(third-person singular simple present abides, present participle abiding, simple past abode or abided, past participle abode, abided, or (rare), abidden)
- (intransitive) To stay; to continue in a place; to remain stable or fixed in some state or condition; to be left. [First attested from around (1150 to 1350).]
- (intransitive, archaic) To have one's abode; to dwell; to reside; to sojourn. [First attested from around (1350 to 1470).]
- (intransitive) To endure. to remain; to last. [First attested from around (1350 to 1470).]
- To stand ready for; to await for someone; watch for. [First attested prior to around 1150.]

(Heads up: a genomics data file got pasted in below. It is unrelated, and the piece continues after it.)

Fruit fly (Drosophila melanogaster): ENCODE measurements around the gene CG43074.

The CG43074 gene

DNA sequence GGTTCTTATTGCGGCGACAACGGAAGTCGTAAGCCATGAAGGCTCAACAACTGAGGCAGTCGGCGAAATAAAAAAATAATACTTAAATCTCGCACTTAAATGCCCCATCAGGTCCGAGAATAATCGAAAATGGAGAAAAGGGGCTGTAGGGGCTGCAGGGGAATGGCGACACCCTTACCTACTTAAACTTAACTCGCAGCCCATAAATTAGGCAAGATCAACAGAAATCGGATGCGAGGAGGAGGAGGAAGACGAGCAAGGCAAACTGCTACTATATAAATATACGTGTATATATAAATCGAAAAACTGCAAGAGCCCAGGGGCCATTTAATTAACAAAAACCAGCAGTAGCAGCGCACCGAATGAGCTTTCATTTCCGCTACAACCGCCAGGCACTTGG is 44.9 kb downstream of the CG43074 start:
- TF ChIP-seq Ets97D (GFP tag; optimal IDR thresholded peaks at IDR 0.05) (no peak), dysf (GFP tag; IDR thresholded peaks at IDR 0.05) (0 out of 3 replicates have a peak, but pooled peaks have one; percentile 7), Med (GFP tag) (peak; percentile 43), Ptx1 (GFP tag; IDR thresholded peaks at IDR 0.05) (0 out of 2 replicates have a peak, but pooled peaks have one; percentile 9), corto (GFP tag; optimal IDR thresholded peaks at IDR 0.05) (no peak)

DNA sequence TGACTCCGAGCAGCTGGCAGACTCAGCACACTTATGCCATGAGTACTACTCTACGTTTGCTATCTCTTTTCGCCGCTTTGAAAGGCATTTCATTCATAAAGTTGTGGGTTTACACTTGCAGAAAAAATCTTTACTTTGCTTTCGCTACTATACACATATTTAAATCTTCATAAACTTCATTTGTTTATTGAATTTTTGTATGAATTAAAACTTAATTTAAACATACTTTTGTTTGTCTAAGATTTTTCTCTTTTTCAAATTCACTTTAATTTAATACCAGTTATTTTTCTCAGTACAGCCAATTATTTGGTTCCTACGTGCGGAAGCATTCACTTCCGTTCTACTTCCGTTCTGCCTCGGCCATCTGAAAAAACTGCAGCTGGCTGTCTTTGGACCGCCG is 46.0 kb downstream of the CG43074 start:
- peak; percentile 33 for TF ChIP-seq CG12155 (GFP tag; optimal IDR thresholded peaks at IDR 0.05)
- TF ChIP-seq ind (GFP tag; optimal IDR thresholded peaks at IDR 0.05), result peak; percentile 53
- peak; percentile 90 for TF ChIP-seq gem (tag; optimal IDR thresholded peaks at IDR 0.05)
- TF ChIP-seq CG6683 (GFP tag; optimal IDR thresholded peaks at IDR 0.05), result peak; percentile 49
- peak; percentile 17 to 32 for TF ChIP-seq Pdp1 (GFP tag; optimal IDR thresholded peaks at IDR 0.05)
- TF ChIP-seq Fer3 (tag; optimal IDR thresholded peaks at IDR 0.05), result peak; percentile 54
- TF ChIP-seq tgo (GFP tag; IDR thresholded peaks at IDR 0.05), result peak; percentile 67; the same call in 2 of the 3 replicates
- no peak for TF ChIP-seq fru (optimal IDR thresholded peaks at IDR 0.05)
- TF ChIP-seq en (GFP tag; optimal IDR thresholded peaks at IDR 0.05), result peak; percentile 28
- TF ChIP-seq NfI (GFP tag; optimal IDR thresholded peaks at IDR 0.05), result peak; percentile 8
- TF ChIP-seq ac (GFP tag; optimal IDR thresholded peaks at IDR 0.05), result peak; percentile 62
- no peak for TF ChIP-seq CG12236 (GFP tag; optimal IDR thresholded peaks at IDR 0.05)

- To endure without yielding; to withstand; await defiantly; to encounter; to persevere. [First attested from around (1150 to 1350).]
- The old oak tree abides the wind endlessly.
- To await submissively; accept without question; submit to. [First attested from around (1350 to 1470).]
- To bear patiently; to tolerate; to put up with; stand. [First attested in the late 15th century.]
- To pay for; to stand the consequences of; to answer for; to suffer for; to atone for. [First attested in the late 16th century.]
From Middle English abiden, from Old English ābīdan (“to abide, wait, remain, delay, remain behind; survive; wait for, await; expect”), from Proto-Germanic *uzbīdaną (“to expect, tolerate”), equivalent to a- + bide. Cognate with Scots abyde (“to abide, remain”), Middle High German erbīten (“to await, expect”), Gothic (usbeidan, “to expect, await, have patience”). The sense of pay for is due to influence from aby.